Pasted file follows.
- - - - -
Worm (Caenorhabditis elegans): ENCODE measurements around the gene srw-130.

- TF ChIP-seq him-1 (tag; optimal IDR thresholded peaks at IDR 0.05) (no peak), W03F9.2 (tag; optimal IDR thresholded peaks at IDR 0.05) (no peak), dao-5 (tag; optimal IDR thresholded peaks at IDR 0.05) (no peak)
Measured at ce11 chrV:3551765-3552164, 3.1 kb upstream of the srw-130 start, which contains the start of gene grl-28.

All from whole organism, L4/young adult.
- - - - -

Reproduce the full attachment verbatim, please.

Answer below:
Worm (Caenorhabditis elegans): ENCODE measurements around the gene srw-130.

- TF ChIP-seq him-1 (tag; optimal IDR thresholded peaks at IDR 0.05) (no peak), W03F9.2 (tag; optimal IDR thresholded peaks at IDR 0.05) (no peak), dao-5 (tag; optimal IDR thresholded peaks at IDR 0.05) (no peak)
Measured at ce11 chrV:3551765-3552164, 3.1 kb upstream of the srw-130 start, which contains the start of gene grl-28.

All from whole organism, L4/young adult.